Hail the boy king Tendulkar
The batting feats of WG Grace and Don Bradman were once thought to be unchallenged. Until Sachin Tendulkar came along. David Frith, writing in Daily News and Analysis, says he was fortunate to be there at the very beginning, when Tendulkar scored his first international century at Old Trafford.
His patience was clearly obvious to the onlookers: he waited almost an hour for his first run of that first Test century. And afterwards he came into the press room to receive the Man of the Match award and a huge bottle of champagne. I can still recall his high-pitched response: “But I do not drink!”
In Mumbai Mirror, Santhosh Desai writes that Tendulkar did not score his 100th century so that he can retire. He scored his century so that he does not have to retire.
Through the course of the last few years, Sachin has become a site of manufactured expectations, a storehouse where we stockpile a nameless unexpressed rage. Even his 100th century has been a milestone we have imposed on him. Every game India has played since March 2011 has been consumed in reverse, from Sachin’s hundred downwards. We have put him before the game and then accused him of doing the same.
In the Guardian, Mike Selvey writes that Tendulkar's feat is a statistical irrelevance. Taken in isolation, the fact that he has scored 51 Test centuries is sufficiently eloquent on its own.
The addition of one to the other to create something else is mixing apples with pears to create a fruit bowl, as if a voracious media and public have striven to create yet another monument to Tendulkar's greatness that they might not accord others.
Angus Fraser was the bowler Tendulkar pushed past mid-off at Old Trafford to record his first century. In The Independent, Fraser writes that Dravid's retirement might encourage Tendulkar to carry on a little longer, because his appetite for runs hasn't diminished over 22 years.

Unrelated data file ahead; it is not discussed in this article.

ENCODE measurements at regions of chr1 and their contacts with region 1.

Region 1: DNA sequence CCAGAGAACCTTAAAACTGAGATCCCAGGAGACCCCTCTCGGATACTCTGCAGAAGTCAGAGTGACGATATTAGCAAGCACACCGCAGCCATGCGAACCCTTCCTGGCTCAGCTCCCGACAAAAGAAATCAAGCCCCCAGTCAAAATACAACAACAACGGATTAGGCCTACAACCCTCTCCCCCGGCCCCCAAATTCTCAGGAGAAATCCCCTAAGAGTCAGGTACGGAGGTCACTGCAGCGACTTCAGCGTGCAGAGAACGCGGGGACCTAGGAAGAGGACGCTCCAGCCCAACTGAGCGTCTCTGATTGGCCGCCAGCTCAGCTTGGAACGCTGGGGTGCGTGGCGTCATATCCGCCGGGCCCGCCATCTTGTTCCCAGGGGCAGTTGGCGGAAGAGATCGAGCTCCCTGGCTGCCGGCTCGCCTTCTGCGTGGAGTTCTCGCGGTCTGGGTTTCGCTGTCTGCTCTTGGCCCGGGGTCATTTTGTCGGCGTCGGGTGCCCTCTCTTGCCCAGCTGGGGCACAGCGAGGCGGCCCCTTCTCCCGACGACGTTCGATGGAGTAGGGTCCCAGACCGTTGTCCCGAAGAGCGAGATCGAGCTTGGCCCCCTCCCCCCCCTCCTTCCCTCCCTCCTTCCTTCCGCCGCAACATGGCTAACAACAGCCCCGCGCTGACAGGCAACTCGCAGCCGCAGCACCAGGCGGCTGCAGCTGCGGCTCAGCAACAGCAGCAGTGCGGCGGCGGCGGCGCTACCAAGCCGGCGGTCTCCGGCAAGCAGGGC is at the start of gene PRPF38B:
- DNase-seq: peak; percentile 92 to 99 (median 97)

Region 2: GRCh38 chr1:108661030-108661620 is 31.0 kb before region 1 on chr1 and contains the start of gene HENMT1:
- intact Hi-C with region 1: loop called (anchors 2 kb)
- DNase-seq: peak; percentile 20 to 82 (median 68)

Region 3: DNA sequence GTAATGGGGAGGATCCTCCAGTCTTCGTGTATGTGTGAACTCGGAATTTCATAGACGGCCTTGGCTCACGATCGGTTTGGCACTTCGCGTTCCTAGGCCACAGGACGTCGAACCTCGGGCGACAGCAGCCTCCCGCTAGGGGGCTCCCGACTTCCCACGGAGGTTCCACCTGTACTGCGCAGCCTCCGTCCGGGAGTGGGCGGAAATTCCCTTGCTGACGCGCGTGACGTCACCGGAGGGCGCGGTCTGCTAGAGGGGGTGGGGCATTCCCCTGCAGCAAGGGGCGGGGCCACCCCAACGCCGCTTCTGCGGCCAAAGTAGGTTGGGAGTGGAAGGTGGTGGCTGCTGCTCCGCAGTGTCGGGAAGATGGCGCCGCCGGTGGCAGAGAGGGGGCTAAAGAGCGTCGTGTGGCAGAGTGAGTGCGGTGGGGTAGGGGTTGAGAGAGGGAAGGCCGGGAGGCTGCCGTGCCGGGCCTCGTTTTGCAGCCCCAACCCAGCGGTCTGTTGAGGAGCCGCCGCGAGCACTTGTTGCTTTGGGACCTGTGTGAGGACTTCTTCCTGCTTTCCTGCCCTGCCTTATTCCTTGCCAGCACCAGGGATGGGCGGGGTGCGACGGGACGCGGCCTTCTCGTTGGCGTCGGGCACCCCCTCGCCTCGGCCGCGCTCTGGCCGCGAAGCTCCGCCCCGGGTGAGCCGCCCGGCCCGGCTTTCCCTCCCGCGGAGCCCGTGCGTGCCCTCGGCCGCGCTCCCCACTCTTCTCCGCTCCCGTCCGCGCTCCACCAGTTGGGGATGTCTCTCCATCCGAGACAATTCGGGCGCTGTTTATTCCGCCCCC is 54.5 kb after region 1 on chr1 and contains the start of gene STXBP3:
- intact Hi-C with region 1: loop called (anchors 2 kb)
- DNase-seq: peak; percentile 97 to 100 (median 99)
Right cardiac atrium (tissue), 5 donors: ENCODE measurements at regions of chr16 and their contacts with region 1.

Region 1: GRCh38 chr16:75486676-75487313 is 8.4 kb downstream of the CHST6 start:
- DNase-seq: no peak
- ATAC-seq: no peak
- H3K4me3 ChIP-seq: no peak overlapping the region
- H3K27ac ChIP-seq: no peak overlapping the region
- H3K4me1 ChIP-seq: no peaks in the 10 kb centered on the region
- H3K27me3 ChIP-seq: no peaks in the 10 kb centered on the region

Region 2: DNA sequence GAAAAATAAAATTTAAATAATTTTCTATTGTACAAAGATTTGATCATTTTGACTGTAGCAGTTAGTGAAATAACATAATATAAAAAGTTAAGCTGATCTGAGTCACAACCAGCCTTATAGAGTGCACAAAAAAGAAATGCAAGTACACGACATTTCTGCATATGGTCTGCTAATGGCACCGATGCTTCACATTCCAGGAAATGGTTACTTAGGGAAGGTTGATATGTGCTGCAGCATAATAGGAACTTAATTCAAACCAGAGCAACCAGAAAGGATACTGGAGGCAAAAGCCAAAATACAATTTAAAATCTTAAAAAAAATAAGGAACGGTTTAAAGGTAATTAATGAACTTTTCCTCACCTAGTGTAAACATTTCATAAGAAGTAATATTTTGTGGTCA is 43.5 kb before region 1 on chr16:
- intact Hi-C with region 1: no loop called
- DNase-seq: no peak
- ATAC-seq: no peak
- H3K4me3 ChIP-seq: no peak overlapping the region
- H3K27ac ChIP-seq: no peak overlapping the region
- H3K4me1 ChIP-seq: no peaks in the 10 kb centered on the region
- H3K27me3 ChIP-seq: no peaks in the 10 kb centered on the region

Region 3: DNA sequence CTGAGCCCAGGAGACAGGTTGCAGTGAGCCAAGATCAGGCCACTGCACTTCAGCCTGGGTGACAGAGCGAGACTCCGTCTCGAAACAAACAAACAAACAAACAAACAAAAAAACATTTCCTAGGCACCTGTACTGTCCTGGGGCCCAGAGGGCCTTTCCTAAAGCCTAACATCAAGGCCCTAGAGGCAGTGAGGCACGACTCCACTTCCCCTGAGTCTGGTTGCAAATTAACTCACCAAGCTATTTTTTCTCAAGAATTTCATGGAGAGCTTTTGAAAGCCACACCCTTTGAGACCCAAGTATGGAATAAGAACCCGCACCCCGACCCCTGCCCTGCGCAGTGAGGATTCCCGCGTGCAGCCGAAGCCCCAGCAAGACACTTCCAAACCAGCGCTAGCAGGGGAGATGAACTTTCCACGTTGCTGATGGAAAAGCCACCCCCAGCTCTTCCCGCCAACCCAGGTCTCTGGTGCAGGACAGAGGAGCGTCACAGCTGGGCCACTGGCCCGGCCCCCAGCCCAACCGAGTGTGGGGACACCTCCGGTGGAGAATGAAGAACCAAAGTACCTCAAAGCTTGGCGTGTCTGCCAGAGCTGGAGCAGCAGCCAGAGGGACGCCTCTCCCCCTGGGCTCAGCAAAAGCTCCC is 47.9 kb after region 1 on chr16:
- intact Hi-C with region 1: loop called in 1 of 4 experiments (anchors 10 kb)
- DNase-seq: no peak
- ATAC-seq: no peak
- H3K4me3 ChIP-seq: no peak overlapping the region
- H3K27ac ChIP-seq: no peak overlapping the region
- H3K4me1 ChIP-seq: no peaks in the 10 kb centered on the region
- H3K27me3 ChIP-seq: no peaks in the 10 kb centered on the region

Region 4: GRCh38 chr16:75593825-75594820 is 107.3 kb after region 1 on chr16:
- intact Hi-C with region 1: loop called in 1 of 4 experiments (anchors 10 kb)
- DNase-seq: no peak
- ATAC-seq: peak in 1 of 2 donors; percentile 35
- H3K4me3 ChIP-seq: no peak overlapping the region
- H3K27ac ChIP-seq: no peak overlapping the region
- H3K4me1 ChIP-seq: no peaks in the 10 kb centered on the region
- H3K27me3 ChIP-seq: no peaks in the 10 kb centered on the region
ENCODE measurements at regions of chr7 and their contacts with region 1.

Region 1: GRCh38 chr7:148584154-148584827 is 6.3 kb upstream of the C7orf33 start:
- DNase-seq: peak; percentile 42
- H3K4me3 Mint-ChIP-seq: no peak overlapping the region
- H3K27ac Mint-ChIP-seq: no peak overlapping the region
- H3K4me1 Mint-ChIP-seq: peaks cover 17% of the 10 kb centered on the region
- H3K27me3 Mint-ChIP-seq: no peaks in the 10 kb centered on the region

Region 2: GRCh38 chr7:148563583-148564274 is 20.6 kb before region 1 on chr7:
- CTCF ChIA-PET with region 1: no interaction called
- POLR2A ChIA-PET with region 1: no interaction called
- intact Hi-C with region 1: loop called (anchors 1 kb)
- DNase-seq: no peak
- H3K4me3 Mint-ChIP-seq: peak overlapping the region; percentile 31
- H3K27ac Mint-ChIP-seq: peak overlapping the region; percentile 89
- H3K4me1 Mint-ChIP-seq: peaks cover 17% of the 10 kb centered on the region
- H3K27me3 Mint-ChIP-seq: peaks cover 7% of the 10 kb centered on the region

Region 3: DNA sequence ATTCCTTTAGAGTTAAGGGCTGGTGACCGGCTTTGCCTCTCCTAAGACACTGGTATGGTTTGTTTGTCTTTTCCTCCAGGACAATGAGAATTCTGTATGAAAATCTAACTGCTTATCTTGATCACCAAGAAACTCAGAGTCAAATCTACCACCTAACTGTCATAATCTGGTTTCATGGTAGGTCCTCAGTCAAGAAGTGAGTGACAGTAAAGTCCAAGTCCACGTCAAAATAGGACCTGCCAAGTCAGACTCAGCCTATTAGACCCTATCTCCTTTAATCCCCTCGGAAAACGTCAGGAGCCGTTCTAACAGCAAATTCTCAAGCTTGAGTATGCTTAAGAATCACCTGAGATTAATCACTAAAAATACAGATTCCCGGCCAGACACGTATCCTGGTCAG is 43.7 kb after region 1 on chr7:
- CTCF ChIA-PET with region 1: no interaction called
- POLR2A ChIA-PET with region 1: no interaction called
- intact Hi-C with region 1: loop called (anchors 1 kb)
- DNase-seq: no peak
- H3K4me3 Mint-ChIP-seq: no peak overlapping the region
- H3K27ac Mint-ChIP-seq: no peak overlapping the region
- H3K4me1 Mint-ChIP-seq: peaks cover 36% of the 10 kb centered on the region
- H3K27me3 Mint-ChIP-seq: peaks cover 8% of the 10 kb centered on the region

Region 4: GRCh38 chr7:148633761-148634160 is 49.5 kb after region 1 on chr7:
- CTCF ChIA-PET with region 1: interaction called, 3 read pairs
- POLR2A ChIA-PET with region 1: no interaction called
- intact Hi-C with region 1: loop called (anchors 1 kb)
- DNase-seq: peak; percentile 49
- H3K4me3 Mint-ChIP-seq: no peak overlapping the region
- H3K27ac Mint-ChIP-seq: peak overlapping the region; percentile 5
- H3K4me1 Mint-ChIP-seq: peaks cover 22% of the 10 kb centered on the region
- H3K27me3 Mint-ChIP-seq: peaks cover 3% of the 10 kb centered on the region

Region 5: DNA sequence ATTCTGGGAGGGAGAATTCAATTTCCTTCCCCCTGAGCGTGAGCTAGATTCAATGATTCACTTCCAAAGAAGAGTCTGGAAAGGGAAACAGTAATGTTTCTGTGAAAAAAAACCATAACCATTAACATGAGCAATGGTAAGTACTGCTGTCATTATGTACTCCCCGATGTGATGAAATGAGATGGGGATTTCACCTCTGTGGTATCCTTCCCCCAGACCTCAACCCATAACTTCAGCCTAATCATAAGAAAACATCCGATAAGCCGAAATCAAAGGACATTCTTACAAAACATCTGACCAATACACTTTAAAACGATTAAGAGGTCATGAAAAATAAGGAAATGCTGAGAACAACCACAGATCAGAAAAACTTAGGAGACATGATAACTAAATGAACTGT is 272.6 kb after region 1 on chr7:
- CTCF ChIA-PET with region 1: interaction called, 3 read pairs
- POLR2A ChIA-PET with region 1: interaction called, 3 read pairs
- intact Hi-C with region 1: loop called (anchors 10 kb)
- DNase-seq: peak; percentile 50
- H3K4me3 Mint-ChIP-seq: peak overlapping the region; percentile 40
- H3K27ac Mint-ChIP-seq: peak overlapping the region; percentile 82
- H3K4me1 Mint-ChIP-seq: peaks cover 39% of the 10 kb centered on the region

In BBC, Suresh Menon writes that for anyone to emulate Tendulkar, he will have to start his career early and play for two decades, averaging five per year.
Indian cricket is based on passion, on easily-stirred emotions; players are worshipped for what they do, romance trumps realism, sentiment pushes out logic and reason. A Tendulkar ton in defeat is feted more heartily than a 40 in victory.
Sachin Tendulkar was an individual who always let his performances do the talking. He is also an intensely private man who rarely showed his emotions on the field. Vijay Lokapally recounts his experiences with Tendulkar in The Hindu.
His popularity stems from his desire to show respect to his fans, especially the younger lot. On one occasion, at The Taj Palace in Delhi, the local manager, a former Delhi first-class cricketer, brought some 30 kids unannounced to Sachin's room. We were in the middle of a dinner when the kids rang the bell. Sachin, though caught unawares, kept his annoyance to himself. He coolly placed a chair in the middle of his room and invited the children in, requesting them to do so in a disciplined manner.
It was easy to forget that there was a match to be won by India. In First Post, Ashish Magotra asks if the milestone obsession cost India the win.
Kanishkaa Balachandran is a senior sub-editor at ESPNcricinfo